Recently, I remembered an experience I had in 1982 at a program called “The 6 Day.” Specifically, I’ve been thinking about the daily morning mile-long run. The rules for the daily morning run were simple: run at 100% or come to a complete stop. No pacing yourself, no running at a relaxed jog, etc. It was 100% or nothing. The rules of the run challenged even the more seasoned runners (who “knew” how to run) and were a complete nightmare for the rest of us. To make matters more difficult “assistants” were stationed throughout the mile-long run encouraging participants to stay at 100%. So, even though the rules were to run at a 100% or come to a complete stop, the stopping option was not really acceptable.
I’ve been thinking, too, about how we engage in our daily lives, at work or in our businesses. We are, at some level, always “jogging.” Even if we have nothing to do, or we are not really doing anything important, it seems to me we spend a lot of time pacing ourselves, and somewhat mindlessly at that. Furthermore, 100% (make that 110%) full tilt, you-know-what to the wall is still part of the success credo.
I wonder what it would be like, and how it would impact the quality of our work, if we were to adopt the 100% or nothing at all approach in our business lives. Here is what I imagine.
- More engagement with tasks that matter; less engagement with tasks that don’t
- Increased awareness about when we are just filling the time.
- A sense of ease and comfort when we realize we don’t have the energy to give it our all in the moment, and permission to step away until it is back again.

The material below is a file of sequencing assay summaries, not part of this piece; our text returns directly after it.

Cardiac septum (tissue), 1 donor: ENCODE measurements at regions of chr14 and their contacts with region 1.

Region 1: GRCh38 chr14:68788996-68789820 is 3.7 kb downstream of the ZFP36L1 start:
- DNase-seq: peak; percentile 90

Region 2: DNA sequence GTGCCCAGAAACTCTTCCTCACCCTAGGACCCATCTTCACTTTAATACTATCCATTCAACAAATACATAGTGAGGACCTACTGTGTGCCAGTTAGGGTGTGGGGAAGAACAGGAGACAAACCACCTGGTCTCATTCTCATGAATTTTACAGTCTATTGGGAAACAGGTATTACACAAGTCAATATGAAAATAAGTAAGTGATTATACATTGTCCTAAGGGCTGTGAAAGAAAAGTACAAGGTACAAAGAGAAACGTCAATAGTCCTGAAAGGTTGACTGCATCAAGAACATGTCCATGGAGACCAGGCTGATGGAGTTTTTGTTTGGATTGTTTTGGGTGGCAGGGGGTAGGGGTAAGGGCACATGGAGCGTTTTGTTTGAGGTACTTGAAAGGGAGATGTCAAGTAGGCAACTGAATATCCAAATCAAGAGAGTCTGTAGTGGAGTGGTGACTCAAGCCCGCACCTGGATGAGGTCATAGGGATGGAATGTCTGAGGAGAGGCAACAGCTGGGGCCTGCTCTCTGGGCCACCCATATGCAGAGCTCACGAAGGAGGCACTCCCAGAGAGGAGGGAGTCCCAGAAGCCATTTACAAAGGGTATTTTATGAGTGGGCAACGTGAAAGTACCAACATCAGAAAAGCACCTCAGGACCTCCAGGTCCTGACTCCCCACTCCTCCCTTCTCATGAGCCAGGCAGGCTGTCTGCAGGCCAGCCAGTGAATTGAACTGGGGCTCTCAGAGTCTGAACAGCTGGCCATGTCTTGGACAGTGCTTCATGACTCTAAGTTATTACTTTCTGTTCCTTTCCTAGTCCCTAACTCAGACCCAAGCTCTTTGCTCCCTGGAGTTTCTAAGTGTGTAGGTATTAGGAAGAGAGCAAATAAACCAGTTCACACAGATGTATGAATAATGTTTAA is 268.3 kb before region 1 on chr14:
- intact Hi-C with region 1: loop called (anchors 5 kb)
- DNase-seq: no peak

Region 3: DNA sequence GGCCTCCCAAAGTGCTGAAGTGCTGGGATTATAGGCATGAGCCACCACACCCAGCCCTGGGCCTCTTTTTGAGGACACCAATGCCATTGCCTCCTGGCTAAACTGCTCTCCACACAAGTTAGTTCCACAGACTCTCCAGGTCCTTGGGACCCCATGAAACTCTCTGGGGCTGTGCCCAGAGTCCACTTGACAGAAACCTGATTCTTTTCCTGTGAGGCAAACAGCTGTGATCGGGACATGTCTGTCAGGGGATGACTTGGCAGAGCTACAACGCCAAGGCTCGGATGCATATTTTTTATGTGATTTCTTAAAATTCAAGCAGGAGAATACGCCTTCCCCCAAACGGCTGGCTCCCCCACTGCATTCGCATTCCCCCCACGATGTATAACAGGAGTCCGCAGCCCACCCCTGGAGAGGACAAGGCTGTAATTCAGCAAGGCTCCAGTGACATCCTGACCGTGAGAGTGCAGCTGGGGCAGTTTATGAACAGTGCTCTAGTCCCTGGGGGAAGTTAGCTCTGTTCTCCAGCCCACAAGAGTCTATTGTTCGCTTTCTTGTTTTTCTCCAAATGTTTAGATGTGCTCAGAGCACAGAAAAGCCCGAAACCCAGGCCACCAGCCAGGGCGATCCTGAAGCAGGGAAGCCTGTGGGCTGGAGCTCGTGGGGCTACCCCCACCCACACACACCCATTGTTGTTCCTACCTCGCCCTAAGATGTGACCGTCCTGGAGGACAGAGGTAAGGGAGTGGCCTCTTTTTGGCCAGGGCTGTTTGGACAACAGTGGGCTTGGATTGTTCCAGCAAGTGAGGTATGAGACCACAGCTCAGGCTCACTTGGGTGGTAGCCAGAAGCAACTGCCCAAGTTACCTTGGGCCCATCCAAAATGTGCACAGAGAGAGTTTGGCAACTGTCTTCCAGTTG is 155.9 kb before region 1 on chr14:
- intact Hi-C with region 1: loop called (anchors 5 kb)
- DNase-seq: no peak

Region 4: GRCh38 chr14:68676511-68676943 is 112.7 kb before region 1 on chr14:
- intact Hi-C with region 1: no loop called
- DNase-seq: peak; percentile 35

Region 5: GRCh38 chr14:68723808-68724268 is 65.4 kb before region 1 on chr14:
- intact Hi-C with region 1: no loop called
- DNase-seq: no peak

- More walks in the middle of the day or perhaps a good old power nap. (I believe the Europeans have it right when they exercise their right to take a good Siesta.)
- More creativity, increased output and better results.
- A stronger connection to ourSelves, and with others.
- Reduction in time spent reading and replying to emails that distract rather than enhance.
- An ever-increasing ability for people to fully ride their productivity wave, and stop when they are done, regardless of when that is.
What do you think of this approach, 100% or nothing? What would it feel like? What concerns would you have about what others would think or say? Do you already employ the 100% or nothing approach, or something similar? What has that done for you? I look forward to your comments.
1. Record your immediate thoughts about what it would be like to operate at 100% or come to a complete stop.
2. Join the discussion and post your comment.
3. Experiment a little bit. For the next 2-3 days, step away from your desk, take a walk, shut down your email program, call a friend to chat, take a short nap, or simply stop working when you notice you are “jogging.” Make note of how you feel about taking this action, and better yet, what impact it has.
4. Share this with someone you know who gripes about having much too much to do.